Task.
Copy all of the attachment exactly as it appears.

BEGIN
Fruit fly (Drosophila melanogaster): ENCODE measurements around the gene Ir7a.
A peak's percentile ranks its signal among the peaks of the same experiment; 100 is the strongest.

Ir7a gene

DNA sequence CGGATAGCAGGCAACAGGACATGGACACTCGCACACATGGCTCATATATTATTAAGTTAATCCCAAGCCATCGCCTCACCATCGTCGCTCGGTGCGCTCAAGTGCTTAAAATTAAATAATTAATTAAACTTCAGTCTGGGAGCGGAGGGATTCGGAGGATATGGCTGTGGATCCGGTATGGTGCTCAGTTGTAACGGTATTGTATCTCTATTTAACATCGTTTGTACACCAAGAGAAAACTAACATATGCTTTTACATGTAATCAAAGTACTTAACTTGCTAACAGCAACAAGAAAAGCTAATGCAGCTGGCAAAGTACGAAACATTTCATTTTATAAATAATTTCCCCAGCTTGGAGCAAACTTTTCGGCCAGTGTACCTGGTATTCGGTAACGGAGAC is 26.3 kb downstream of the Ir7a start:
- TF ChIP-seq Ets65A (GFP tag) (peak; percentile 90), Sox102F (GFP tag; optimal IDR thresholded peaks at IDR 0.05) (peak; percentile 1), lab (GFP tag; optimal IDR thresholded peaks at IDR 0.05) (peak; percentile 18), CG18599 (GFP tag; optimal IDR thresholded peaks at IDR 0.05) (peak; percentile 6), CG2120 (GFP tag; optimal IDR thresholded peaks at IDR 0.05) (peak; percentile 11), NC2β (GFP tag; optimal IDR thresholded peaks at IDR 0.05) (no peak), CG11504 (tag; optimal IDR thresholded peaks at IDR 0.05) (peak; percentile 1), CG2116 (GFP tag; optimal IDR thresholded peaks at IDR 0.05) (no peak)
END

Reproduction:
Fruit fly (Drosophila melanogaster): ENCODE measurements around the gene Ir7a.
A peak's percentile ranks its signal among the peaks of the same experiment; 100 is the strongest.

Ir7a gene

DNA sequence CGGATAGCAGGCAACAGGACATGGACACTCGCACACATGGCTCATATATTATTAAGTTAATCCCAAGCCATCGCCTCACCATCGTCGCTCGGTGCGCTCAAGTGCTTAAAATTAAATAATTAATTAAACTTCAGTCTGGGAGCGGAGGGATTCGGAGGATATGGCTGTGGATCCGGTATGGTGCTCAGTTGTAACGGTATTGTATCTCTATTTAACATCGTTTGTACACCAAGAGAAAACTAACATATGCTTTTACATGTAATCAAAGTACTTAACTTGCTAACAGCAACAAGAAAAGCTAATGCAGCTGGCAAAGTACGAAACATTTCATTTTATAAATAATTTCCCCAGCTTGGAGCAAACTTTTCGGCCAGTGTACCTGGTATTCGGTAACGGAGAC is 26.3 kb downstream of the Ir7a start:
- TF ChIP-seq Ets65A (GFP tag) (peak; percentile 90), Sox102F (GFP tag; optimal IDR thresholded peaks at IDR 0.05) (peak; percentile 1), lab (GFP tag; optimal IDR thresholded peaks at IDR 0.05) (peak; percentile 18), CG18599 (GFP tag; optimal IDR thresholded peaks at IDR 0.05) (peak; percentile 6), CG2120 (GFP tag; optimal IDR thresholded peaks at IDR 0.05) (peak; percentile 11), NC2β (GFP tag; optimal IDR thresholded peaks at IDR 0.05) (no peak), CG11504 (tag; optimal IDR thresholded peaks at IDR 0.05) (peak; percentile 1), CG2116 (GFP tag; optimal IDR thresholded peaks at IDR 0.05) (no peak)